James Nesbitt returns to ITV in The Secret, a new four-part drama which tells the story of a real life double murder.
Whilst the BBC have had a brilliant start to the year when it comes to television drama (The Night Manager, Undercover, Line Of Duty), ITV have started to catch them up.
The Durrells starring Keeley Hawes (who I adore) is a perfect 8pm Sunday night drama and for the past couple of Monday evenings I have been hooked by Anna Friel's performance in Marcella.
Hoping to join Keeley and Anna in ITV drama success is James Nesbitt, who before returning to Cold Feet later this year, is reminding ITV audiences just how wonderful an actor he is in The Secret.
The opening scene shows a distressed James Nesbitt (Stan Lee’s Lucky Man) inside a caravan panting heavily, whilst certain Ten Commandments appear on screen; "Thou shalt not have any other gods before me", "Thou shalt not covet thy neighbour's wife" and "Thou shalt not kill” - an opening scene which sets us up perfectly for what's in store as the series continues.
We know religion will play a big part, we know an illegitimate relationship will take place and we know that at least one person is killed. And of course, thanks to the title, we know that someone is hiding a secret.
What we don't yet know is the detail. Who is James Nesbitt's character? Who has been killed? What is the secret? And whose secret is it? But I'm sure that all will come clear throughout the four episodes.
Before you continue reading, the rest of this review does contain spoilers, but as it’s based on a true story, the story is already out there all to read. It’s based on the book Let This Be Our Secret by Deric Henderson, due to be relaunched as The Secret.
The Secret begins in Coleraine, Northern Ireland in 1990 and tells the true story of Colin Howell (James Nesbitt), a Sunday school teacher and respectable dentist married to Lesley (Laura Pyper), who is expecting their next child.
Very quickly, we as the viewer are able to pick up on the way Colin looks at fellow Baptist Hazel Buchanan (Genevieve O’Reilly), so when he embarks on an affair with her, it comes as little surprise.
When he gets caught out, Colin refuses to consider divorce. He wants to remain in the Baptist church, but also want to remain with Hazel. When Lesley’s father dies, and she contemplates suicide, Colin believes that he has found a way for that to be possible. A way which will prove fatal for their respective spouses, Lesley and Trevor, as they carry out the “perfect murder” and stage it to look like a suicide pact.
Colin and Hazel manage fool the police and get away with murder, but their relationship soon sours and they separate. They each remarry as they try to rebuild their lives, but can never truly escape what they have done. As a series of disasters befalls Howell, he finally confesses his crimes to the horrified elders of his church.
Convicted of murder, Howell implicates Hazel in the killing and in 2011 Hazel admits involvement but pleads not guilty, claiming she was coerced. In a climactic murder trial, Howell gives evidence against his former lover.
James Nesbitt was of course the perfect man to play Colin Howell. Not only is he a fantastic actor, but he is also from Coleraine. Colin lived opposite his sister and his sister went to some of Lesley’s coffee mornings. Speaking about taking on the role, James Nesbitt said "It was hard for us to play these lovers who turn into murderers, because you have to try and find what they saw in each other to make them go that far.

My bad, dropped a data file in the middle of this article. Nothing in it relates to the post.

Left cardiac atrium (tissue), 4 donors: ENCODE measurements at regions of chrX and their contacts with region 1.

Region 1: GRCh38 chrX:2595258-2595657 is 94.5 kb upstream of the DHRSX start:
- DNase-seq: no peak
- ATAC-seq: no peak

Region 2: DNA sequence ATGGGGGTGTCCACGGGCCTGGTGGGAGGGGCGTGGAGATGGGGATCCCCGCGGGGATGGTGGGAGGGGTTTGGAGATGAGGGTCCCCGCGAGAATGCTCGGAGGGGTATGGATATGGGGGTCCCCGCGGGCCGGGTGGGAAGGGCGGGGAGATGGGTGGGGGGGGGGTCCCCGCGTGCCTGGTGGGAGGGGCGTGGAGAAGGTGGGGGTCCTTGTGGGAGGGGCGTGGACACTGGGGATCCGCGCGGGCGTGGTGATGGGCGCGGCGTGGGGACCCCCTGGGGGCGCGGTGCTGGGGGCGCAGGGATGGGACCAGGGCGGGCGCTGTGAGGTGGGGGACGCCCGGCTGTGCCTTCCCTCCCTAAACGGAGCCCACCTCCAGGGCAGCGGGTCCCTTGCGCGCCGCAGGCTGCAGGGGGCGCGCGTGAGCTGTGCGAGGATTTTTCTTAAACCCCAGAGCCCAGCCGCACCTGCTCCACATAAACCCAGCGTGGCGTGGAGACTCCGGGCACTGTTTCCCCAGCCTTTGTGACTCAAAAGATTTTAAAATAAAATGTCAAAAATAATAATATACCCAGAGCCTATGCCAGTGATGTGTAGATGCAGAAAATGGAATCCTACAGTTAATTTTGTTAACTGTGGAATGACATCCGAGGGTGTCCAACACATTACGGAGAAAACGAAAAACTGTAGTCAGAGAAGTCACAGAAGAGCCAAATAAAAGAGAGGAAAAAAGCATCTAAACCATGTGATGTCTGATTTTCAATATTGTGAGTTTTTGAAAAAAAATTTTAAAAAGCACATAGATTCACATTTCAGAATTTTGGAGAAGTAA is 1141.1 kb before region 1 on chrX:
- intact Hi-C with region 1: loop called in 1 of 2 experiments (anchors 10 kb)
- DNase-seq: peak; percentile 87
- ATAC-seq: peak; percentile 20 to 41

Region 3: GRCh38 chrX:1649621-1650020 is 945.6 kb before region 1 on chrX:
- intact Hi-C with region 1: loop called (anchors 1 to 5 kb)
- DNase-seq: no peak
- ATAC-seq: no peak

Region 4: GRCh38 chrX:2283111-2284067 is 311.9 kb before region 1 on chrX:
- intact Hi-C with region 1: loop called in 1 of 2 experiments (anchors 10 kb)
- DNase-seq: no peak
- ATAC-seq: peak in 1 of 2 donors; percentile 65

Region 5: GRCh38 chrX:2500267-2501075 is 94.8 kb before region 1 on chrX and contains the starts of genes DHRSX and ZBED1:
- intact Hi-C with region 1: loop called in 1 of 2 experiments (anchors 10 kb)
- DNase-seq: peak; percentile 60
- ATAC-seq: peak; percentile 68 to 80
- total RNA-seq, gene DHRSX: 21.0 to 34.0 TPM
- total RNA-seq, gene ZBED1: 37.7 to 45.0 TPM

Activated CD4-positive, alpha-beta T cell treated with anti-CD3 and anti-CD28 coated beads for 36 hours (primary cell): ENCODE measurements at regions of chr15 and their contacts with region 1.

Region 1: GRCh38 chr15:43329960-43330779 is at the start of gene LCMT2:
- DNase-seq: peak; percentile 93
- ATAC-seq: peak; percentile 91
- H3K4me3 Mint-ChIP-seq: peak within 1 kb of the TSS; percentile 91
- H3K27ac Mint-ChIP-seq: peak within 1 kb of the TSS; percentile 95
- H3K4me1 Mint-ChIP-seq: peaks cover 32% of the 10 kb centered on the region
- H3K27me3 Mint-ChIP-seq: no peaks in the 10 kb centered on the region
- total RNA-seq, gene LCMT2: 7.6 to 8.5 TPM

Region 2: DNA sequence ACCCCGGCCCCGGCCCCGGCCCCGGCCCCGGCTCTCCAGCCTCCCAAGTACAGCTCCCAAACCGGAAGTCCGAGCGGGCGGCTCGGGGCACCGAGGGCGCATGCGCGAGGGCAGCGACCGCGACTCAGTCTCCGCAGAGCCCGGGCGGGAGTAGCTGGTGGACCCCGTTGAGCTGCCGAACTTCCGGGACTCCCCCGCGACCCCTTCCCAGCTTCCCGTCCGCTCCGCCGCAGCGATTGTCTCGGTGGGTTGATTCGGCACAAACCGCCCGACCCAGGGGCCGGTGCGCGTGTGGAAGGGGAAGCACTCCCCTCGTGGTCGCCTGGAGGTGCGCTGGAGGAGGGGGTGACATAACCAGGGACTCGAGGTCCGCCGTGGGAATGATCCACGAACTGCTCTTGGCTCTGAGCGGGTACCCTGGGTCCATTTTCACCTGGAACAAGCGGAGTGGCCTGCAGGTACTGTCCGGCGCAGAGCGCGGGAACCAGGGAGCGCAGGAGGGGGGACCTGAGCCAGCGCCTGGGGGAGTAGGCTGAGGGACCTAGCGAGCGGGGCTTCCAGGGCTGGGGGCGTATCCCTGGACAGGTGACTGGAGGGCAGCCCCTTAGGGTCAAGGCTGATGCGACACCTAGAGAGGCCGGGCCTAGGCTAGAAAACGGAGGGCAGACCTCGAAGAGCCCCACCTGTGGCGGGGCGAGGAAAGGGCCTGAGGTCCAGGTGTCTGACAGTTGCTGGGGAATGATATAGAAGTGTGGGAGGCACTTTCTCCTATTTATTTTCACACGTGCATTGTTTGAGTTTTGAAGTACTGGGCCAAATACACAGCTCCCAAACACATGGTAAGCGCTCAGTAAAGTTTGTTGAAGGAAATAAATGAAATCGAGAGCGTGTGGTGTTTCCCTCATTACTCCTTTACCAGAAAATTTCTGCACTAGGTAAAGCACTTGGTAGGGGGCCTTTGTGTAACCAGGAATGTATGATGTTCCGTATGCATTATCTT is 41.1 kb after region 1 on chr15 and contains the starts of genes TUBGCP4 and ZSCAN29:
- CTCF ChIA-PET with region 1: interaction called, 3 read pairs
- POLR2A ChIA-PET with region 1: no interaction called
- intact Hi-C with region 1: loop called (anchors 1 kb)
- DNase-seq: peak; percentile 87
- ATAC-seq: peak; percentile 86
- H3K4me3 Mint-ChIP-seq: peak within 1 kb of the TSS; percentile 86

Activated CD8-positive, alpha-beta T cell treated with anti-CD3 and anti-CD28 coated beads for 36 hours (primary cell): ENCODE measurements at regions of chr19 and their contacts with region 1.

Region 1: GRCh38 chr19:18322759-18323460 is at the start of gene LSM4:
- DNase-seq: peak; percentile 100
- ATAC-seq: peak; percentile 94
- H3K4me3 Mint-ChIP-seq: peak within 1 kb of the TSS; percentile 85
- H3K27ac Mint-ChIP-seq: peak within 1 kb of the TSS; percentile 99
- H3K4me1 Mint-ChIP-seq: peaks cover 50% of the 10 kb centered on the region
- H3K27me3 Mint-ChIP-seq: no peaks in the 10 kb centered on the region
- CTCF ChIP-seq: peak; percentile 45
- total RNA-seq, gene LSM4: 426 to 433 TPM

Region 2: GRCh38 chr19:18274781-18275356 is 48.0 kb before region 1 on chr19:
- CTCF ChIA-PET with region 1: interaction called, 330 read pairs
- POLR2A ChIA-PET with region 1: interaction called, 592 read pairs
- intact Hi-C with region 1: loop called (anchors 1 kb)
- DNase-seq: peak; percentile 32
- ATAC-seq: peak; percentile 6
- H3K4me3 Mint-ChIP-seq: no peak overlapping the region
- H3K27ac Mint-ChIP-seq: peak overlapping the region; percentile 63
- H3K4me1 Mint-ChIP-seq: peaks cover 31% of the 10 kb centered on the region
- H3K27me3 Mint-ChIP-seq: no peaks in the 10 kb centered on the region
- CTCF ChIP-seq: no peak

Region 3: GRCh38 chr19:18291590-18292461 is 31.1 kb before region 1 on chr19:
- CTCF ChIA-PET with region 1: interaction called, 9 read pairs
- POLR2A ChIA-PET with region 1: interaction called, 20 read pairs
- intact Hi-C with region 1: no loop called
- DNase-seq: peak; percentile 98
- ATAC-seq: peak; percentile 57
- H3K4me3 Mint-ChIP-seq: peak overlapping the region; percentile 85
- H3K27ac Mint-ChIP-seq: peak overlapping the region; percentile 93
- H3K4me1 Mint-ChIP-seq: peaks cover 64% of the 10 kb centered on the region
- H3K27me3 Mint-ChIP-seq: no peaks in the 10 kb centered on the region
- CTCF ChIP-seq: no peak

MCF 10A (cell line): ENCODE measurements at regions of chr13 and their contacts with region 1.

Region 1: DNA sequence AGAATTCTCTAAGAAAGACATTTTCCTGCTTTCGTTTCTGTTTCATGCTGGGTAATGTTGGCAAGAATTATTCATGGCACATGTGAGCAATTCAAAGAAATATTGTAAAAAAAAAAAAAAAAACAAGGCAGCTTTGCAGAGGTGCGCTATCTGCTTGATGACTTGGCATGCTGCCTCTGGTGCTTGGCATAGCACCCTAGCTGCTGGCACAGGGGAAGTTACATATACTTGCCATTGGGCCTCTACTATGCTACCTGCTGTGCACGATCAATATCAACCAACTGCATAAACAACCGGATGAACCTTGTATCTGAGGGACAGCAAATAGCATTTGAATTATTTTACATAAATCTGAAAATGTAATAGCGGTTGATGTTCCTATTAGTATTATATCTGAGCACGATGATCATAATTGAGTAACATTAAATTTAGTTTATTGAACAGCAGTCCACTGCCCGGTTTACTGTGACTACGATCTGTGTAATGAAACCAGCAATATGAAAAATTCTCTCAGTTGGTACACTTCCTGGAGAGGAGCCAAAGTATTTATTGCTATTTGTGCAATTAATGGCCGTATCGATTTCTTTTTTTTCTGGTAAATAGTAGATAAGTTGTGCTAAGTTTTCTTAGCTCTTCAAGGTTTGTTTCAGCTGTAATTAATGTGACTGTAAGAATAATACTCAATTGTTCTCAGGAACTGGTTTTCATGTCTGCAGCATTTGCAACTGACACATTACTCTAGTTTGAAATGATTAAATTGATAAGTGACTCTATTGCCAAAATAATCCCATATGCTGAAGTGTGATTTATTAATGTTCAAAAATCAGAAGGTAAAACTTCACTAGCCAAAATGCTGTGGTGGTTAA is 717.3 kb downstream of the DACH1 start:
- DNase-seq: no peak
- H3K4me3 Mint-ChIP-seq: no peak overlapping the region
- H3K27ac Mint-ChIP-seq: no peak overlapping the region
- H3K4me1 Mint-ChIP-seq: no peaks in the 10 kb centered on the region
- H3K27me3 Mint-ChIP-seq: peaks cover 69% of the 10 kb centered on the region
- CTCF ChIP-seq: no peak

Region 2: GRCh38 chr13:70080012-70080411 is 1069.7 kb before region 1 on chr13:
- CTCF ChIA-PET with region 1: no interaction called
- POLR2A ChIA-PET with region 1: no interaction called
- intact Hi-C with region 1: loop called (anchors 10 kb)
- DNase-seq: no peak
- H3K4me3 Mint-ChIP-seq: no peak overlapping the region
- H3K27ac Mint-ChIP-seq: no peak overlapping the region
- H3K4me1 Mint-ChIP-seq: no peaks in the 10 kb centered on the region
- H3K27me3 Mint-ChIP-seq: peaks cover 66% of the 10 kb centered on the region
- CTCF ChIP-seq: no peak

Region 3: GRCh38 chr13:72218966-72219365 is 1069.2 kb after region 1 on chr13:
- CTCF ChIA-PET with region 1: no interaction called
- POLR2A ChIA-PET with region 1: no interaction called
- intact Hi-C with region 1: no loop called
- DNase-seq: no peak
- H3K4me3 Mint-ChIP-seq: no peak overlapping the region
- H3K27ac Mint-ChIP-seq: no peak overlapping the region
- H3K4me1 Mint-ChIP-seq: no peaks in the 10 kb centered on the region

All I can do is try and create something that is truthful to the script, and the writing is so strong. The direction is so acute and so brilliant with Nick Murphy that hopefully we are building an honest portrayal of quite a complicated man.
It would have been easier if he had been incredibly charming, with Colin it was a bit more complicated because he wasn’t. I think some people didn’t warm to him and there was a banality almost to him as well"
I think Nesbitt pitched his portrayal of Colin perfectly. He’s quite right, Colin is a complicated man and there were many different character traits for Nesbitt to inhabit, except charm of course. Something Nesbitt usually exceeds in.
James Nesbitt does what he does best and delivers another emotional gut-wrenching performance. He was able to create such a three dimensional character that you really did feel as though you’d been through every emotion with him, always with a very dark undertone.
Whilst I would have loved a six-part series, I have to be thankful that the series is at least four episodes long and not three. I love that on the one hand, The Secret is a love story, one of betrayal and lust, the type we’ve seen a thousand times over, but on the other hand, it’s a murder story, and when the two mix, it makes for excellent television drama. I’d even go as far to say that this is one of Nesbitt’s finest performances, and one I’m sure he'll be remembered for for a long time.
Much like Marcella, The Secret proves that ITV are capable of creating great contemporary dramas, which is what makes their over reliance on period drama all the more frustrating.
Doctor Thorne was supposed to be the new Downton Abbey but the reality was that nobody wanted to watch, they were far more interested in watching series lead Tom Hollander in BBC One's The Night Manager instead.
So hopefully there's a lesson there for ITV. Of course a mix is great, but the split between period and contemporary needs to be equalled out a bit, and The Secret and Marcella are a great start at making that happen.